If you’re willing to stay in school and get a four-year degree in Criminal Justice, your career paths will open even more. For example, if you want to become an FBI agent, one of the requirements is a Bachelor’s degree in any subject.

Many science-based jobs in Criminal Justice will require a Bachelor’s degree, as well. The good news is that you can often apply Associate degree credits towards a Bachelor’s degree, so if you decide to go back to school later, you won’t have to start all over.

Associate Degree in Criminal Justice Salary

Criminal Justice is a booming industry. The growth rate for jobs is between 5 – 10 percent depending on which career track that you’re looking at, and salaries can be surprisingly high for two-year degree holders.

Here are some of the top-paying jobs with an Associate degree in Criminal Justice.

  • Police Identification and Records Officer ($77,210)
  • Police Officer ($63,380)
  • State Trooper ($62,960)
  • Forensic Science Technician ($62,490)
  • Fish and Game Warden ($58,570)
  • Private Detective ($56,810)
  • Probation Officer or Correctional Treatment Specialist ($53,020)
  • Court Liaison ($48,000)
  • Corrections Officer ($43,510)
  • Security Guard ($32,487)

Keep in mind that these salaries can fluctuate depending on education, experience, and even location. For example, state troopers in Mississippi make an average of $33,350 per year while state troopers in California take home a whopping $93,550 per year. All salaries should be taken in context.

Criminal Justice Associate Degree Online Admission Requirements

criminal justice student being interviewed during an admissions interview

It’s easier than you might think to enroll in a degree program for Criminal Justice.

  • Apply for financial aid. Typically, this means filling out the Free Application for Federal Student Aid (FAFSA). These deadlines usually come before college admission deadlines, so start early.
  • Decide how you’d like to learn. Are you interested in synchronous or asynchronous classes? Do you prefer a fixed, open, or “hybrid” schedule? Do you want the flexibility of self-paced learning, or do you need the structure of more formal online courses?
  • Choose your college. Once you’ve made a list of schools that offer your preferred class type, compare and contrast their Criminal Justice programs. Look at things like tuition, accreditation, course lists, student reviews, and industry rankings. Pay particular attention to reviews that mention their online degree programs. How does the experience of an online student compare to that of a campus-based student?
  • Look at their prerequisites. You’ll need to formally enroll in college to earn an Associate degree, so look at the admissions requirements for new students. Most community colleges will only ask for a high school diploma or GED, but some might want incoming freshmen to have SAT scores, high school transcripts, or more.

Once you’ve completed these steps, it’s just a matter of applying to the school and figuring out what your financial aid will and won’t cover.

Associate in Criminal Justice Accreditation

logo of Academy of Criminal Justice Sciences

Accreditation is one of the most important things to check when looking at colleges. It’s a voluntary process, so not every school gets accredited, but it’s considered an industry standard just about everywhere.

Employers will expect it. The government will require it for financial aid. It’s worth the effort of finding an accredited school.

There are six regional accrediting boards in the United States. They’ve divided the country by region, so they have names like “Middle States Commission on Higher Education” and “Southern Association of Colleges and Schools.” However, they have equal standing as accrediting boards.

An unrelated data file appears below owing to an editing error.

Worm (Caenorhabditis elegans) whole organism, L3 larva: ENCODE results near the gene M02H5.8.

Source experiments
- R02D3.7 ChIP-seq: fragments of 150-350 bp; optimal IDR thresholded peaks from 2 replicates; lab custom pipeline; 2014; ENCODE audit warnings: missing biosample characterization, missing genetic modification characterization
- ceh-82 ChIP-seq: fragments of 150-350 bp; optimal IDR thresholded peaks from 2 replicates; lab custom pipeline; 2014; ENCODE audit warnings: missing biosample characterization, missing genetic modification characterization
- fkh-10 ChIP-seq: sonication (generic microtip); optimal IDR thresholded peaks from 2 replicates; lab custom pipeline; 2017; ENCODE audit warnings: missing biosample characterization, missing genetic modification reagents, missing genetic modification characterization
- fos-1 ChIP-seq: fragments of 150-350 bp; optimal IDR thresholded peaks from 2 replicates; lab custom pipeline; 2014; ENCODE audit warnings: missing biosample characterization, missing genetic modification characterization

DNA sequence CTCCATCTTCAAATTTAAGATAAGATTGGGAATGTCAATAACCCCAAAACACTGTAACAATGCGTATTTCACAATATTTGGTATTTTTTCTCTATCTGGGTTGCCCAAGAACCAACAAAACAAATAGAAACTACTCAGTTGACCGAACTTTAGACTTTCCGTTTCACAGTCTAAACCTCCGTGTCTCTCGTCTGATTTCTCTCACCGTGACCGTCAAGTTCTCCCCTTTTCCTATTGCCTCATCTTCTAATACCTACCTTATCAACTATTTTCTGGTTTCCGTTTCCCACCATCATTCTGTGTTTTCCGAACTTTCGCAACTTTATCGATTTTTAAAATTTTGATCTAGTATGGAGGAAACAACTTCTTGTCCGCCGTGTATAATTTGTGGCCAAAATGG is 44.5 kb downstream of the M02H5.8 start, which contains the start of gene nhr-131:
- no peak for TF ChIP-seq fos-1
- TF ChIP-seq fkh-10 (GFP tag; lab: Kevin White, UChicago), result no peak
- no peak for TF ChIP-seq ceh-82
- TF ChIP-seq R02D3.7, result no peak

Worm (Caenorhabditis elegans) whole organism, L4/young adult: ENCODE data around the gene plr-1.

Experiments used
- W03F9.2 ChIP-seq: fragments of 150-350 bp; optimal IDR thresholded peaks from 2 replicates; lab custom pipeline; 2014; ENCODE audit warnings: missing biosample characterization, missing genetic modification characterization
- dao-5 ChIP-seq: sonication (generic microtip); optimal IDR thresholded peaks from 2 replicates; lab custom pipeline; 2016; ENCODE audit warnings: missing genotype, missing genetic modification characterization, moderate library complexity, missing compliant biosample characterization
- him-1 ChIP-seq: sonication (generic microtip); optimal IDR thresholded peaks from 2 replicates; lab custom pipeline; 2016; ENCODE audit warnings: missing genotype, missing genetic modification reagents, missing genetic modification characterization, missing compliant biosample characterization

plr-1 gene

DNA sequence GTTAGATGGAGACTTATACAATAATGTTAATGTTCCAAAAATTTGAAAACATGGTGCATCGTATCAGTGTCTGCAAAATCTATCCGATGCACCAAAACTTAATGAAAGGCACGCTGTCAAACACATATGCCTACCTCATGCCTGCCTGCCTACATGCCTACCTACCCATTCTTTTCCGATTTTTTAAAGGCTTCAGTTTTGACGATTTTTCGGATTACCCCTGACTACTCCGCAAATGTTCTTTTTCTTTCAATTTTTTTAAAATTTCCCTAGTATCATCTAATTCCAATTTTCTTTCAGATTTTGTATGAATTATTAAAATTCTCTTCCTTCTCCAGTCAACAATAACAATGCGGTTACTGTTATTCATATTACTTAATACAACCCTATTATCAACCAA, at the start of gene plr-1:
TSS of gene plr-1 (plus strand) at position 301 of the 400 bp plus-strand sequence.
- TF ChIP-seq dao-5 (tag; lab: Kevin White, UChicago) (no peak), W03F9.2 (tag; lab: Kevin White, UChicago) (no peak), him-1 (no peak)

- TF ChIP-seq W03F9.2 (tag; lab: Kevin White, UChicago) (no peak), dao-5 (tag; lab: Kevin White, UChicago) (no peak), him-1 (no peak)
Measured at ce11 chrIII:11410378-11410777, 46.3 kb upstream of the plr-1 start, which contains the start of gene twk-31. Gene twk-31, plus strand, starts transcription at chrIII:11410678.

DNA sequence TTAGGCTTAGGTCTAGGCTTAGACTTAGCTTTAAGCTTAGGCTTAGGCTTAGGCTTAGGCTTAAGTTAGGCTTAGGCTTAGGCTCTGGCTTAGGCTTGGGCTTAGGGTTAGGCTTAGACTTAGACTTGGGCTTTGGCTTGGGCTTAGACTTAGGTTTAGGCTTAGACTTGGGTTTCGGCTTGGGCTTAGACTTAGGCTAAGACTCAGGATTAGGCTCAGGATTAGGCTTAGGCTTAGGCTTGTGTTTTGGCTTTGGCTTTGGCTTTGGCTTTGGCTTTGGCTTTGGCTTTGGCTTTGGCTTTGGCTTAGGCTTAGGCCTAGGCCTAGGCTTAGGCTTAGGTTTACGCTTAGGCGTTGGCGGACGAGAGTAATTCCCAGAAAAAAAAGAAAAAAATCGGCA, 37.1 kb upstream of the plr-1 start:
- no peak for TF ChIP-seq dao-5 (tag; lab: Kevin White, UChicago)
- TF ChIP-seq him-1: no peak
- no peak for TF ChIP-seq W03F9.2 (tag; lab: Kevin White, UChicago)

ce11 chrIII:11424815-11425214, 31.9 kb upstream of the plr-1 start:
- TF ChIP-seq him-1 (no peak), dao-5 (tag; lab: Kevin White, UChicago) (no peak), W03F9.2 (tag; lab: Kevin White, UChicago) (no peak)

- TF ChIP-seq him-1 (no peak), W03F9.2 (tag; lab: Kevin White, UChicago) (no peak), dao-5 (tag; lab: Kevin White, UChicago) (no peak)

There are also programmatic accrediting boards. For example, the Academy of Criminal Justice Sciences has accredited several college degree programs. This is rarer, so you shouldn’t worry if your school doesn’t have it, but it’ll be a nice bonus if it does.

How Much Is an Associate’s Degree in Criminal Justice?

criminal justice degree students walking in university campus

The price of an Associate degree is around $3,570 per year. However, there are many factors that can both raise and lower the costs:

  • In-state students usually pay less than out-of-state students. Additionally, online students can sometimes qualify for in-state rates.
  • Every school is different, and some charge more than others. This is especially true when you compare Associate degree programs at community colleges and four-year colleges.
  • Required credits. It usually takes around 60 – 65 credits to earn an Associate degree, but this can vary depending on the school and the Criminal Justice program.
  • Fieldwork requirements. If you need to complete an internship or on-the-job training at a lab or police academy, there will be additional costs in your tuition package.

All things considered, earning an Associate degree is usually cheaper than earning a Bachelor’s, and getting your degree online is generally less expensive than getting one on campus.

An online Associate degree combines them both as one of the most affordable educational options out there.

Financial Aid for an Associate Degree in Criminal Justice

screenshot of FAFSA website

The most common kind of financial aid for college students is federal aid. It’s completely free to submit an application, and you could qualify for several types of assistance, including grants, loans, and work-study programs.

FAFSA funds can be applied to both Associate and Bachelor’s degrees. It’s a bit iffier when it comes to graduate degrees, but if you’re still an undergraduate student, you’ll be fine. Online programs are just as valid as campus-based programs.

Outside of FAFSA, you can apply for scholarships to help you pay for college. Some are meant explicitly for Criminal Justice majors:

  • Anderson Criminal Justice Scholarship
  • Sheryl A. Horak Law Enforcement Explorer Memorial Scholarship
  • Ronnie Williams Foundation Criminal Justice Scholarship

Others are meant for Associate degree seekers of any major:

  • GEICO Pathway to Completion Associate’s Degree Scholarship
  • California Community College Scholarship Endowment